abstract = "Background: Dietary nitrate, which is in green leafy vegetables and beetroot, decreases blood pressure through the enterosalivary nitratenitrite-nitric oxide pathway in healthy individuals. Whether similar effects would occur in individuals with treated hypertension and, therefore, at increased risk of cardiovascular disease is unclear. Objective: We assessed whether increased dietary nitrate intake by using beetroot juice for 1 wk lowers blood pressure in treated hypertensive men and women. Design: Participants (n = 27) were recruited to a randomized, placebo-controlled, double-blind crossover trial. The effect of 1-wk intake of nitrate-rich beetroot juice was compared with 1-wk intake of nitrate-depleted beetroot juice (placebo). The primary outcome was blood pressure assessed by measuring home blood pressure during the intervention and 24-h ambulatory blood pressure on day 7 of the intervention. Other outcomes included nitrate metabolism assessed by measuring nitrate and nitrite in plasma, saliva, and urine. Results: Relative to the placebo, 1-wk intake of nitrate-rich beetroot juice resulted in a 3-fold increase in plasma nitrite and nitrate, a 7-fold increase in salivary nitrite, an 8-fold higher salivary nitrate, and a 4-fold increase in both urinary nitrite and nitrate (P <0.001). However, no differences in home blood pressure and 24-h ambulatory blood pressure were observed with 1-wk intake of nitrate-rich beetroot juice in comparison with the placebo. Conclusion: An increase in dietary nitrate intake may not be an effective short-term approach to further lower blood pressure in treated hypertensive subjects.",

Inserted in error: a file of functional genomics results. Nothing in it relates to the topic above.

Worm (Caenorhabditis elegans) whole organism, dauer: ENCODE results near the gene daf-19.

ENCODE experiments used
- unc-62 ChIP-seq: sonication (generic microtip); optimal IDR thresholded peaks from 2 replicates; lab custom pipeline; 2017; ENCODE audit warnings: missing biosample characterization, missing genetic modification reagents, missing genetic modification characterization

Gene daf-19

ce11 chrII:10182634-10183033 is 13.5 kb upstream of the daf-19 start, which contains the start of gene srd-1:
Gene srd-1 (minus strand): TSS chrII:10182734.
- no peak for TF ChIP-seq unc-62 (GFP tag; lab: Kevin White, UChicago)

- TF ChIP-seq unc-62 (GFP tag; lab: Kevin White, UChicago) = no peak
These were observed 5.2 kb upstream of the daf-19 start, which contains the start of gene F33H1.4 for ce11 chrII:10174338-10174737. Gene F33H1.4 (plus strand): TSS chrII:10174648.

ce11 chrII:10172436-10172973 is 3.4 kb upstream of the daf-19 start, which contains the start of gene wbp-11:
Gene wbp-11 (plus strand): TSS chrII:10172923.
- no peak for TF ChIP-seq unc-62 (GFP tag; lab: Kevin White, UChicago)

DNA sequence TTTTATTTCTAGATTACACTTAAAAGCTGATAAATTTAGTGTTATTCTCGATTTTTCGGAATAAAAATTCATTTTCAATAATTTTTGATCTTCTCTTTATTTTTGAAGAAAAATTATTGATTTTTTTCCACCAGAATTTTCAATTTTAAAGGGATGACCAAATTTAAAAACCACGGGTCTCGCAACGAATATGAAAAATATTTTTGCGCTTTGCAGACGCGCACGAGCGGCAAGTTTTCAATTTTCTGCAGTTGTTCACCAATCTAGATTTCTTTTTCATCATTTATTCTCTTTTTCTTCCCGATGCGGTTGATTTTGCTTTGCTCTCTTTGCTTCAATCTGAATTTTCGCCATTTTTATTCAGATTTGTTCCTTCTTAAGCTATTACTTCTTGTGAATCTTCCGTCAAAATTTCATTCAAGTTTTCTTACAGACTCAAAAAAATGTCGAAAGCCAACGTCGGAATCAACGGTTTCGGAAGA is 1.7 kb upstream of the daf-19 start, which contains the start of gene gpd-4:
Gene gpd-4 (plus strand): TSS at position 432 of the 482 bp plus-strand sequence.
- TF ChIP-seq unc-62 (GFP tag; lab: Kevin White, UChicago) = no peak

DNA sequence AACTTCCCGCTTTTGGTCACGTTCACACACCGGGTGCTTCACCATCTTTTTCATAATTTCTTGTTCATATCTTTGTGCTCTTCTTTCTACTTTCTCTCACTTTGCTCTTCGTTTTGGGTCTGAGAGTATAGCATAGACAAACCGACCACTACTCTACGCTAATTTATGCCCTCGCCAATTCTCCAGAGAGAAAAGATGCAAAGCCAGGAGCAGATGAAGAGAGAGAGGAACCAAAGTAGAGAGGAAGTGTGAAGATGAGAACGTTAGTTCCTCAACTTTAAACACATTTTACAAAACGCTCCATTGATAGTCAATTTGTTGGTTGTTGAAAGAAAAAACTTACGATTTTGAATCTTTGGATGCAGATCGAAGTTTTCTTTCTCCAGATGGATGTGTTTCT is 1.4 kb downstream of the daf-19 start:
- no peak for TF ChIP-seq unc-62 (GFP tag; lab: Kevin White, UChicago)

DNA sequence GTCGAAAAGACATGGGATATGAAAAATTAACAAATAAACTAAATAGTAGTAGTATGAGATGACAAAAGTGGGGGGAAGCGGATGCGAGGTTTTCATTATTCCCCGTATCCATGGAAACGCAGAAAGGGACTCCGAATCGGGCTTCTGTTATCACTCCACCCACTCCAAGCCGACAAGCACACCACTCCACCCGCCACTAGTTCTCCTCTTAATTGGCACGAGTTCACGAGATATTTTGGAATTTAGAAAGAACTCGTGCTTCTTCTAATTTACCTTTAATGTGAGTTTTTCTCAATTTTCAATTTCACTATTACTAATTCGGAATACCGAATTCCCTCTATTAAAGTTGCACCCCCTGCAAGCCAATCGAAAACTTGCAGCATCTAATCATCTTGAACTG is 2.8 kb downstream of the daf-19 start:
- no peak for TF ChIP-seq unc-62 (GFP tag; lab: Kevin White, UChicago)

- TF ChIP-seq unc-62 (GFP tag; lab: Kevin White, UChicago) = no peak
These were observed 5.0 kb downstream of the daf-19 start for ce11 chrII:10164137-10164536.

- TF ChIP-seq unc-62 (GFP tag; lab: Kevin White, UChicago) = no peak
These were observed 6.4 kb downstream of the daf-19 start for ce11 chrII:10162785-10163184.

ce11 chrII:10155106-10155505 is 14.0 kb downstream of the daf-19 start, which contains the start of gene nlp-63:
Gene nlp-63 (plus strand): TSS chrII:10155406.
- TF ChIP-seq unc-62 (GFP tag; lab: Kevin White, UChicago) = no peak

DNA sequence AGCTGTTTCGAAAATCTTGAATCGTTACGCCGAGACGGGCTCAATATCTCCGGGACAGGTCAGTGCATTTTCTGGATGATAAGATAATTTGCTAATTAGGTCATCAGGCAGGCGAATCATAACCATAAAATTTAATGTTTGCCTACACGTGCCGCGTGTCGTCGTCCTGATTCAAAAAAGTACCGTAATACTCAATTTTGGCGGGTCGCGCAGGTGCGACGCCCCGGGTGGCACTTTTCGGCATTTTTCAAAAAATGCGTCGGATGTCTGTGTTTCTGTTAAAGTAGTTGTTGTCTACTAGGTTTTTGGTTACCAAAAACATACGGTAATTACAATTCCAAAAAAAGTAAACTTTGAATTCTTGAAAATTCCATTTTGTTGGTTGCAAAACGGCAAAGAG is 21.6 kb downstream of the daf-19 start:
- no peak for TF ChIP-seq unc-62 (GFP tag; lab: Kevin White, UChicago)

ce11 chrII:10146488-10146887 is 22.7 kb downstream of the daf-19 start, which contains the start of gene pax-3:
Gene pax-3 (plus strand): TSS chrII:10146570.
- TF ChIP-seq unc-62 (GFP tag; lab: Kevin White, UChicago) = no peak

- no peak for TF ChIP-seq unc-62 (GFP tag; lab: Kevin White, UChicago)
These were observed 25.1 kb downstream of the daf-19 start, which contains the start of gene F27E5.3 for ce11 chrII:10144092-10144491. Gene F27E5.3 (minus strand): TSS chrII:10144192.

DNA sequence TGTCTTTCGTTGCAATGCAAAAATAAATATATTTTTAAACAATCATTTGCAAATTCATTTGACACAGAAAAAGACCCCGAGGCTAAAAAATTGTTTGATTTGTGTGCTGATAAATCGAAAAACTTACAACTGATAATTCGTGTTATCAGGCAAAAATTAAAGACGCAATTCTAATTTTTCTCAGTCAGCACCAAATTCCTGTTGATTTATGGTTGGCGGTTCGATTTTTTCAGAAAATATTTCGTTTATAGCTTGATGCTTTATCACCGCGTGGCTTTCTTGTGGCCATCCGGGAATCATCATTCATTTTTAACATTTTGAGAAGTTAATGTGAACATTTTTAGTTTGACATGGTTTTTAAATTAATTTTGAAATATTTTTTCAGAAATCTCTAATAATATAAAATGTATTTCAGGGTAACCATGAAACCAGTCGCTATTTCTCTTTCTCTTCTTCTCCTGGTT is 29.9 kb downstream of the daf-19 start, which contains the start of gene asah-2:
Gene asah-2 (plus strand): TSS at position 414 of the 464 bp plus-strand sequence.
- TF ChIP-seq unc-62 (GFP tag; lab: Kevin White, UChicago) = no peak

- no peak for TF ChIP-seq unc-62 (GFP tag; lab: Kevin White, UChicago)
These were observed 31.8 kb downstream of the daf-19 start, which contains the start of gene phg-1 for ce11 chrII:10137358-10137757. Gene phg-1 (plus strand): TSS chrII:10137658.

author = "Catherine Bondonno and Liu, {Alex H.} and Kevin Croft and Natalie Ward and Sujata Shinde and Yuben Moodley and J.O. Lundberg and Ian Puddey and R.J. Woodman and Jonathan Hodgson",
    year = "2015",
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    doi = "10.3945/ajcn.114.101188",
    language = "English",
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    TY - JOUR

    T1 - Absence of an effect of high nitrate intake from beetroot juice on blood pressure in treated hypertensive individuals: a randomized controlled trial

    AU - Bondonno, Catherine

    AU - Liu, Alex H.

    AU - Croft, Kevin

    AU - Ward, Natalie

    AU - Shinde, Sujata

    AU - Moodley, Yuben

    AU - Lundberg, J.O.

    AU - Puddey, Ian

    AU - Woodman, R.J.

    AU - Hodgson, Jonathan

    PY - 2015/8

    Y1 - 2015/8